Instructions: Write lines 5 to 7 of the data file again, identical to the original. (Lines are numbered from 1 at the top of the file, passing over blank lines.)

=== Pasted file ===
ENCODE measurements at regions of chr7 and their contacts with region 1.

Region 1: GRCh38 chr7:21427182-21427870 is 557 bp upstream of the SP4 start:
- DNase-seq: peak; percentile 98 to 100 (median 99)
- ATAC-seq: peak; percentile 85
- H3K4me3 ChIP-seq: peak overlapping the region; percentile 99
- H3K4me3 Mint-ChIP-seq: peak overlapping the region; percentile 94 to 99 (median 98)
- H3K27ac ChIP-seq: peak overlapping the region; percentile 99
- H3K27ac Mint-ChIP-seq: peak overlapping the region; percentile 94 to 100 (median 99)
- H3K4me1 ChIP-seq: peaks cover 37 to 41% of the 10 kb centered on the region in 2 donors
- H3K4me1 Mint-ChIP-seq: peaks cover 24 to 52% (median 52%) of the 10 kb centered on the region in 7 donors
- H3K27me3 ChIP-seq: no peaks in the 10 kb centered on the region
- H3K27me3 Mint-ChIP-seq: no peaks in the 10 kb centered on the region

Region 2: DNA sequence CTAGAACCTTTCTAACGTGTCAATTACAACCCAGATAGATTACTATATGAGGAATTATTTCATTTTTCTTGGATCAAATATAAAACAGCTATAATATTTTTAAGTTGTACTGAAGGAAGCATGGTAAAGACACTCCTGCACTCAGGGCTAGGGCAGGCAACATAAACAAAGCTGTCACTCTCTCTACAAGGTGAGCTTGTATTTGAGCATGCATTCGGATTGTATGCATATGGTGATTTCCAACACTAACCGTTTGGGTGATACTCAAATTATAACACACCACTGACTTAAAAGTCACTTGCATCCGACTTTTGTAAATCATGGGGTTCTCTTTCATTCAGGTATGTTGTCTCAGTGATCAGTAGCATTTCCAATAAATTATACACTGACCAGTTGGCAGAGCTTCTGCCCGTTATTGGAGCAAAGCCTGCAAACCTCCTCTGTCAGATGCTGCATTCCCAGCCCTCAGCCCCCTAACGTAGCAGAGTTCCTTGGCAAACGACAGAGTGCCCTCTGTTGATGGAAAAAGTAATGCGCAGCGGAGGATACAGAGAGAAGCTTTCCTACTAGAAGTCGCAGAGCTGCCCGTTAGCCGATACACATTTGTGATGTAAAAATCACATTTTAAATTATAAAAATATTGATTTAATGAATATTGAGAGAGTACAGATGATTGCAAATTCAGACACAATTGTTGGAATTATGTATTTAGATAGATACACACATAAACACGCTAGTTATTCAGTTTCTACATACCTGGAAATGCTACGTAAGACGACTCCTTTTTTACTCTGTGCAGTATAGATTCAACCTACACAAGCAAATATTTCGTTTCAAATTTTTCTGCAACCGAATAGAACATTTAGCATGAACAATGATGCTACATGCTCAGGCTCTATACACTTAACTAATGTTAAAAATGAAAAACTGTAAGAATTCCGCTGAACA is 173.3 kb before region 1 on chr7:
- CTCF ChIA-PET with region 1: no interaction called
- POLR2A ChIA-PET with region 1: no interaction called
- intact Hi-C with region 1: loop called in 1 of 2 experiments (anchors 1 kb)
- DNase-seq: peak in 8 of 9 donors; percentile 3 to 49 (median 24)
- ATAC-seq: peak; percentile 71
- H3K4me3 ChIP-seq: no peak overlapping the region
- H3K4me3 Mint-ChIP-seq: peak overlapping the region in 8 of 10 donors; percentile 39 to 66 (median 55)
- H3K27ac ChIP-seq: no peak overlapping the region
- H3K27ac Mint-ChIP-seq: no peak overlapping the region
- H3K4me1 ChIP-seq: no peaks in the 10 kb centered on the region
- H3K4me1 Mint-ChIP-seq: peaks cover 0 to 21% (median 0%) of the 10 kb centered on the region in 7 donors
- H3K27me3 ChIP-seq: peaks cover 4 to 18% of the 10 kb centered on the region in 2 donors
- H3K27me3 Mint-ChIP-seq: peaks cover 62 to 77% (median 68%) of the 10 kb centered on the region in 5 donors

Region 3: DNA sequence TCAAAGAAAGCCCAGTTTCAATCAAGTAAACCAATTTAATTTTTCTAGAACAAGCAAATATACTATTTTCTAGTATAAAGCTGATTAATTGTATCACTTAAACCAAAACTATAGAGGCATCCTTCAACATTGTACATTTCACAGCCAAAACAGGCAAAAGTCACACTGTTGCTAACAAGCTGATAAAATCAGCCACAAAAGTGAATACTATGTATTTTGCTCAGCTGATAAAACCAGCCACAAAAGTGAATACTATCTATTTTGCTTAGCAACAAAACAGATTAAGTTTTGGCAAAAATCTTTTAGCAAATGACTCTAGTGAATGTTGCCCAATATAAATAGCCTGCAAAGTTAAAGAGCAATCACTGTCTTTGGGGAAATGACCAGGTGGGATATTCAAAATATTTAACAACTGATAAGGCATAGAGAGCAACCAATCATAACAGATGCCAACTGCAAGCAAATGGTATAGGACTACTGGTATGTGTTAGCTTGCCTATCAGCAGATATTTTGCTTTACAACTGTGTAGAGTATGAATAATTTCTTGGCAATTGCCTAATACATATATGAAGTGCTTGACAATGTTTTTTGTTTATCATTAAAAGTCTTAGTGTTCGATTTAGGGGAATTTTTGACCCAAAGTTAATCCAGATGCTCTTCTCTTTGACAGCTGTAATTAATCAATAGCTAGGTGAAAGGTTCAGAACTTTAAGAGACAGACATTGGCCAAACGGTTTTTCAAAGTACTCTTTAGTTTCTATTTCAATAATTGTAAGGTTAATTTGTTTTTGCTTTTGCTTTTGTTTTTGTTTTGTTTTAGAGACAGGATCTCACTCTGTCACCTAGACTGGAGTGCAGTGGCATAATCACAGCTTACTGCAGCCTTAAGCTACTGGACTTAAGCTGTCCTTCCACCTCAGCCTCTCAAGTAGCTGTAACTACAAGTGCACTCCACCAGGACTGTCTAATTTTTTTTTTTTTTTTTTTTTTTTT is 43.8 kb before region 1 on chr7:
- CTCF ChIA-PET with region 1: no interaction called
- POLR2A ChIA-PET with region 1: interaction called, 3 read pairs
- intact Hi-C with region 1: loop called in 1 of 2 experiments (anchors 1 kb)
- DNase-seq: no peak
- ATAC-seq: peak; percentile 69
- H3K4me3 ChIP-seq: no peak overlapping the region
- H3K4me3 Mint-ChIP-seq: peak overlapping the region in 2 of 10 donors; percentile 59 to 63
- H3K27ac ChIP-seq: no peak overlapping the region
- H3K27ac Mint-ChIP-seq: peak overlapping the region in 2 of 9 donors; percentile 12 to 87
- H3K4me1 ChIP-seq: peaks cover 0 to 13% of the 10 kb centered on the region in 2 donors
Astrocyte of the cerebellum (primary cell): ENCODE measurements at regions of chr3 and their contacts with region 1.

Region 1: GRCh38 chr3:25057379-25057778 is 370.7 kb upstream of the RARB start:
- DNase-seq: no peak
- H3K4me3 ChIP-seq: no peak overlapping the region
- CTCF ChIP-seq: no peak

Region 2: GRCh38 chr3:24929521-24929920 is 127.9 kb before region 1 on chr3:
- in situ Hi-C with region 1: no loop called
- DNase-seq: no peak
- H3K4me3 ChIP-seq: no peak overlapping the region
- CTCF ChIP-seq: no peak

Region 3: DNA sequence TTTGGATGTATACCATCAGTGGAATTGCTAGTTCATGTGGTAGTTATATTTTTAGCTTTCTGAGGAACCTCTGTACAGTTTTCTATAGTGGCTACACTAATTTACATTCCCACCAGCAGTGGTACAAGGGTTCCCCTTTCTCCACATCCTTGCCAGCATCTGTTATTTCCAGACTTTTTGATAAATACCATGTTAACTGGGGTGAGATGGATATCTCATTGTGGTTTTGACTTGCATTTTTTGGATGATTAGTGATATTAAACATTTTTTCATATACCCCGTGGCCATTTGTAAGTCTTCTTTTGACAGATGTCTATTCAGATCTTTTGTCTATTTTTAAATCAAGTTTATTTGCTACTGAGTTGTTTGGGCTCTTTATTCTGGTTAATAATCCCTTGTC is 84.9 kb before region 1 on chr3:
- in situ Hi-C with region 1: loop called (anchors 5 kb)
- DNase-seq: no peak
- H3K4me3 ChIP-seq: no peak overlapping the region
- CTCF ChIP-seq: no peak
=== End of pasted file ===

- H3K4me3 ChIP-seq: peak overlapping the region; percentile 99
- H3K4me3 Mint-ChIP-seq: peak overlapping the region; percentile 94 to 99 (median 98)
- H3K27ac ChIP-seq: peak overlapping the region; percentile 99